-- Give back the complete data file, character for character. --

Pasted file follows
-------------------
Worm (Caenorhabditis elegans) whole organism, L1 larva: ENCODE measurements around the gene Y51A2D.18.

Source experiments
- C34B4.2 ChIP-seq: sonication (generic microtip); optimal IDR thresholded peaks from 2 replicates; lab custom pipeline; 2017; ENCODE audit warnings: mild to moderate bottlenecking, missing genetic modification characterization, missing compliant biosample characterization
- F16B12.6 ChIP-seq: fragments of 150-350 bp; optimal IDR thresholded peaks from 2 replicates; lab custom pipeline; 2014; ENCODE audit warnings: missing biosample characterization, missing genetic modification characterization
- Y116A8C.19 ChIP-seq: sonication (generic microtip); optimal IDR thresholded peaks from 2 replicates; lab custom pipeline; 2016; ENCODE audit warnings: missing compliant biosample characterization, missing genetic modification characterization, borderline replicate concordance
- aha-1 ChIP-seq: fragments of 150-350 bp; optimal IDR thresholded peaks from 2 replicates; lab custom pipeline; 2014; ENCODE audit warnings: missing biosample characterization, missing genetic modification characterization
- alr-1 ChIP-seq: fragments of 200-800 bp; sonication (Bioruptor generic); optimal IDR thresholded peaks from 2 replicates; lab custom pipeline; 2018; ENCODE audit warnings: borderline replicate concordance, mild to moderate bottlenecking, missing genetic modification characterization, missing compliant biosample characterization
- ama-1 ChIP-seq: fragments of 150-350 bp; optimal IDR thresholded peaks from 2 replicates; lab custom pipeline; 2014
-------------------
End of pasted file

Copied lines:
Worm (Caenorhabditis elegans) whole organism, L1 larva: ENCODE measurements around the gene Y51A2D.18.

Source experiments
- C34B4.2 ChIP-seq: sonication (generic microtip); optimal IDR thresholded peaks from 2 replicates; lab custom pipeline; 2017; ENCODE audit warnings: mild to moderate bottlenecking, missing genetic modification characterization, missing compliant biosample characterization
- F16B12.6 ChIP-seq: fragments of 150-350 bp; optimal IDR thresholded peaks from 2 replicates; lab custom pipeline; 2014; ENCODE audit warnings: missing biosample characterization, missing genetic modification characterization
- Y116A8C.19 ChIP-seq: sonication (generic microtip); optimal IDR thresholded peaks from 2 replicates; lab custom pipeline; 2016; ENCODE audit warnings: missing compliant biosample characterization, missing genetic modification characterization, borderline replicate concordance
- aha-1 ChIP-seq: fragments of 150-350 bp; optimal IDR thresholded peaks from 2 replicates; lab custom pipeline; 2014; ENCODE audit warnings: missing biosample characterization, missing genetic modification characterization
- alr-1 ChIP-seq: fragments of 200-800 bp; sonication (Bioruptor generic); optimal IDR thresholded peaks from 2 replicates; lab custom pipeline; 2018; ENCODE audit warnings: borderline replicate concordance, mild to moderate bottlenecking, missing genetic modification characterization, missing compliant biosample characterization
- ama-1 ChIP-seq: fragments of 150-350 bp; optimal IDR thresholded peaks from 2 replicates; lab custom pipeline; 2014